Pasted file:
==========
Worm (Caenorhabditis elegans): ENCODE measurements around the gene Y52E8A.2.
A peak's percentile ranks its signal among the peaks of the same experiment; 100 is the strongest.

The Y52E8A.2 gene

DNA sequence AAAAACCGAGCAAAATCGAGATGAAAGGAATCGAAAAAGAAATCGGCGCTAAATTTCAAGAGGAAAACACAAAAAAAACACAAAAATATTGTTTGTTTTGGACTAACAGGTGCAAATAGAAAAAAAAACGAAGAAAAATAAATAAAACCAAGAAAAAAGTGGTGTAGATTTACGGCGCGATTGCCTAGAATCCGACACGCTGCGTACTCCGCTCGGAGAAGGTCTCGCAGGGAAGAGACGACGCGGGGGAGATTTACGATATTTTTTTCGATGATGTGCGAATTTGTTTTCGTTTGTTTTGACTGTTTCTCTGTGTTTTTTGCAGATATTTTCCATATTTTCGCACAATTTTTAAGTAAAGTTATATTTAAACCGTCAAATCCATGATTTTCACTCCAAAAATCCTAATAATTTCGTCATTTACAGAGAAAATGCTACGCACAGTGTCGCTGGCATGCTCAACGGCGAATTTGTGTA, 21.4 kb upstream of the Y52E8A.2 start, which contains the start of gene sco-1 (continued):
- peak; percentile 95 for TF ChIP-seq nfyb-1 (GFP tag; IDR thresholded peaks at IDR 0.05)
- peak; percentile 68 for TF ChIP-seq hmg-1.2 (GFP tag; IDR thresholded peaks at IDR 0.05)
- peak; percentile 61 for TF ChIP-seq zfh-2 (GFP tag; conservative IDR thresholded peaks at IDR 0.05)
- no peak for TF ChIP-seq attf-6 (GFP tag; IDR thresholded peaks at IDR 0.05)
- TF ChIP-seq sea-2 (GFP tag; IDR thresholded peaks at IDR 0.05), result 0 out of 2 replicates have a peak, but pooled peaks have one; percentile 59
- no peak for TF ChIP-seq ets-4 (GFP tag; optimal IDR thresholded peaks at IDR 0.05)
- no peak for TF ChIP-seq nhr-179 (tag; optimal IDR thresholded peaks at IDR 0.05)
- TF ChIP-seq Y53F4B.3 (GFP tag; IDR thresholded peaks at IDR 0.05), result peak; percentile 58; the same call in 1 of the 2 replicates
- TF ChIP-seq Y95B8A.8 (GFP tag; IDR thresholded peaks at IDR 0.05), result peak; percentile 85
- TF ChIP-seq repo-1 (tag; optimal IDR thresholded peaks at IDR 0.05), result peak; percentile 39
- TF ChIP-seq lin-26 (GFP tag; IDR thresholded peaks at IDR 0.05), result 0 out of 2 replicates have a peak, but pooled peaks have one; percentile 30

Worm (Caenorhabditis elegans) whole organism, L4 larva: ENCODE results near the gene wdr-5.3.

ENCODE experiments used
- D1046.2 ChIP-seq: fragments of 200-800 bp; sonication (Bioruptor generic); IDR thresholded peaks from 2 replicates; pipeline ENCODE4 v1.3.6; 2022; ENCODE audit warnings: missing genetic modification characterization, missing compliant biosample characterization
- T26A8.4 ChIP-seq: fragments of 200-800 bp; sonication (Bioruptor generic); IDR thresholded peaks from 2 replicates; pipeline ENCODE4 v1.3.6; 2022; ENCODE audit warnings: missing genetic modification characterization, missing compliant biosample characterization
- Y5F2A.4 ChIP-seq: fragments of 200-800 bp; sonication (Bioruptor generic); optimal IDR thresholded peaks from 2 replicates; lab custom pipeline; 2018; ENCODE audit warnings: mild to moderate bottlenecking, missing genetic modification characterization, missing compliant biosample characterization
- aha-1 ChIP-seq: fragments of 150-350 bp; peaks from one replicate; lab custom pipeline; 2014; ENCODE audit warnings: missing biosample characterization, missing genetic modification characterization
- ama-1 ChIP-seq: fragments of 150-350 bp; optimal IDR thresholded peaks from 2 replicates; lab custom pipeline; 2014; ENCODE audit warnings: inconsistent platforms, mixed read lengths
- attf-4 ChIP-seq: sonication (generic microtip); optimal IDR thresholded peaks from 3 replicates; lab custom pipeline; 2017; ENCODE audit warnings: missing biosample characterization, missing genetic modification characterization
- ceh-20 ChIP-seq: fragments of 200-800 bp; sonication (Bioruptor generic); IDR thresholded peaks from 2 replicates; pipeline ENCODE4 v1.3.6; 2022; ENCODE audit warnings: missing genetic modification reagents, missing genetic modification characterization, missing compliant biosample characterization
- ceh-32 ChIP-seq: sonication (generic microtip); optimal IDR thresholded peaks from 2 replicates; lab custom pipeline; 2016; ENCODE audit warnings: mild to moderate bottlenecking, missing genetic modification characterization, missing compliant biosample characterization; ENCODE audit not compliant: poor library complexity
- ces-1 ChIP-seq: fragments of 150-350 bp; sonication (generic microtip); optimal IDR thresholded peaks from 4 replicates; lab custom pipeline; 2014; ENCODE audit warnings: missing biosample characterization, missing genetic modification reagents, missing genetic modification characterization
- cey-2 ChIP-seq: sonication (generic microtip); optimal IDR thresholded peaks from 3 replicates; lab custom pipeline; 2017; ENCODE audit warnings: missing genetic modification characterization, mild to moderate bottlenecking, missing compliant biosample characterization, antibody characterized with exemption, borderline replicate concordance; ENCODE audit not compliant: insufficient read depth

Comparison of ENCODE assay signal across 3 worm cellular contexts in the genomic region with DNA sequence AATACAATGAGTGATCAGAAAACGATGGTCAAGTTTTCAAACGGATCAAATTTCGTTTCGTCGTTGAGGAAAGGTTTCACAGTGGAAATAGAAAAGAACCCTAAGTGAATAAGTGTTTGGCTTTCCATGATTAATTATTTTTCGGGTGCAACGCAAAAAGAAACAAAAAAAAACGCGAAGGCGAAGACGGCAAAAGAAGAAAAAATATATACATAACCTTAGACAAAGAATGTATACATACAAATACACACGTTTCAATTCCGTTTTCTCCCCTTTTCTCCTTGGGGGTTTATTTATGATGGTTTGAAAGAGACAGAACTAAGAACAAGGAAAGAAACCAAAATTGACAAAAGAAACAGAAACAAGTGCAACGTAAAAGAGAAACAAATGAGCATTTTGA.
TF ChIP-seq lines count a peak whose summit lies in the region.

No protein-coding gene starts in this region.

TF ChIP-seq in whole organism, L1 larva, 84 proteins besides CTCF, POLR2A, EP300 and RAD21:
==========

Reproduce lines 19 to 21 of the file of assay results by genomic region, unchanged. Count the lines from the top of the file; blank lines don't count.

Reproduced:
- T26A8.4 ChIP-seq: fragments of 200-800 bp; sonication (Bioruptor generic); IDR thresholded peaks from 2 replicates; pipeline ENCODE4 v1.3.6; 2022; ENCODE audit warnings: missing genetic modification characterization, missing compliant biosample characterization
- Y5F2A.4 ChIP-seq: fragments of 200-800 bp; sonication (Bioruptor generic); optimal IDR thresholded peaks from 2 replicates; lab custom pipeline; 2018; ENCODE audit warnings: mild to moderate bottlenecking, missing genetic modification characterization, missing compliant biosample characterization
- aha-1 ChIP-seq: fragments of 150-350 bp; peaks from one replicate; lab custom pipeline; 2014; ENCODE audit warnings: missing biosample characterization, missing genetic modification characterization